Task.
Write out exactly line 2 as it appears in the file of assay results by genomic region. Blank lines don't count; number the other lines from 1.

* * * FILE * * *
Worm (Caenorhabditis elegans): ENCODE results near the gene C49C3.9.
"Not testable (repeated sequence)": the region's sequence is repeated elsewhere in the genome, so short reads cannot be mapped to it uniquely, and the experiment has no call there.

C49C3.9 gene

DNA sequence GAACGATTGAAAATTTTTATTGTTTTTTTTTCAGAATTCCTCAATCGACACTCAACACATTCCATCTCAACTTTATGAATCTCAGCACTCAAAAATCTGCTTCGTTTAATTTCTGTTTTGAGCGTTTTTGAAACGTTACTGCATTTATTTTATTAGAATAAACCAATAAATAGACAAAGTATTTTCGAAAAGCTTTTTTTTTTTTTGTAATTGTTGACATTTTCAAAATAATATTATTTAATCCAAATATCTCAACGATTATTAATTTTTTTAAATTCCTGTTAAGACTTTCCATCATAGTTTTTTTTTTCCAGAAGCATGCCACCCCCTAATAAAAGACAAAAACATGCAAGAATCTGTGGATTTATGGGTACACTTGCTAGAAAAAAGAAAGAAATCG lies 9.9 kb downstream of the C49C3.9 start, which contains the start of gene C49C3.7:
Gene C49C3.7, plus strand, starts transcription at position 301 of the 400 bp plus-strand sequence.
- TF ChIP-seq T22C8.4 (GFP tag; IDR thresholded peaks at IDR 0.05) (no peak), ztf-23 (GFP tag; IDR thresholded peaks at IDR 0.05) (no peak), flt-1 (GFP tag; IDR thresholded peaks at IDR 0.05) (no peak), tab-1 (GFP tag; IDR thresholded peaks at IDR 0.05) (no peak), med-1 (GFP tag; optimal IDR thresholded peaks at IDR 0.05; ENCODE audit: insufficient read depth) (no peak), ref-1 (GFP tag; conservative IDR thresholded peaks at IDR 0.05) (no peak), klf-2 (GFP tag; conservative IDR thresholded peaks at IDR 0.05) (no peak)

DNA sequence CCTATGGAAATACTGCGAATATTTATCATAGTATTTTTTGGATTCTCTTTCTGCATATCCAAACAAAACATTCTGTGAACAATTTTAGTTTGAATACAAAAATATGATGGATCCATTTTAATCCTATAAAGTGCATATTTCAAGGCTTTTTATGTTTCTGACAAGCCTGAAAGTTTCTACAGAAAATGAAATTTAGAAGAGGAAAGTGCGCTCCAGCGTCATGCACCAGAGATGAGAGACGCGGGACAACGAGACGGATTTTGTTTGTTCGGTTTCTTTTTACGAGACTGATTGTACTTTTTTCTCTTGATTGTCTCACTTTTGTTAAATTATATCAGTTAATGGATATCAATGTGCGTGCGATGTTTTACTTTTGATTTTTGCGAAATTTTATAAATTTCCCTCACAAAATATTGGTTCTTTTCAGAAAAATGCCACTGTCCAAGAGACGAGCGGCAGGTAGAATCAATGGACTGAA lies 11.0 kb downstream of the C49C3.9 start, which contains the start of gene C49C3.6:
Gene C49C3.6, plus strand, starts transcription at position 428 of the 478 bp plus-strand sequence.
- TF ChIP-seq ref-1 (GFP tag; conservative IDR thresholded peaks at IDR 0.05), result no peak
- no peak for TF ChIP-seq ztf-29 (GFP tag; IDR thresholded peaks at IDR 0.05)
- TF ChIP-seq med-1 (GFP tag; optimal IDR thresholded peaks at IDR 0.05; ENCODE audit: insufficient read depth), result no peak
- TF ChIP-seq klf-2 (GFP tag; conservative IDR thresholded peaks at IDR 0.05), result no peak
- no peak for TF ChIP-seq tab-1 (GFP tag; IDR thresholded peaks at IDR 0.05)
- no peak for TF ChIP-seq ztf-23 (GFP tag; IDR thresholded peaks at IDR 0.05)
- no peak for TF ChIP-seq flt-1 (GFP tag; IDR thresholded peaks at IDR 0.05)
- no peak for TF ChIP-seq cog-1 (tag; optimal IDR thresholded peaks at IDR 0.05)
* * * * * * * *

"Not testable (repeated sequence)": the region's sequence is repeated elsewhere in the genome, so short reads cannot be mapped to it uniquely, and the experiment has no call there.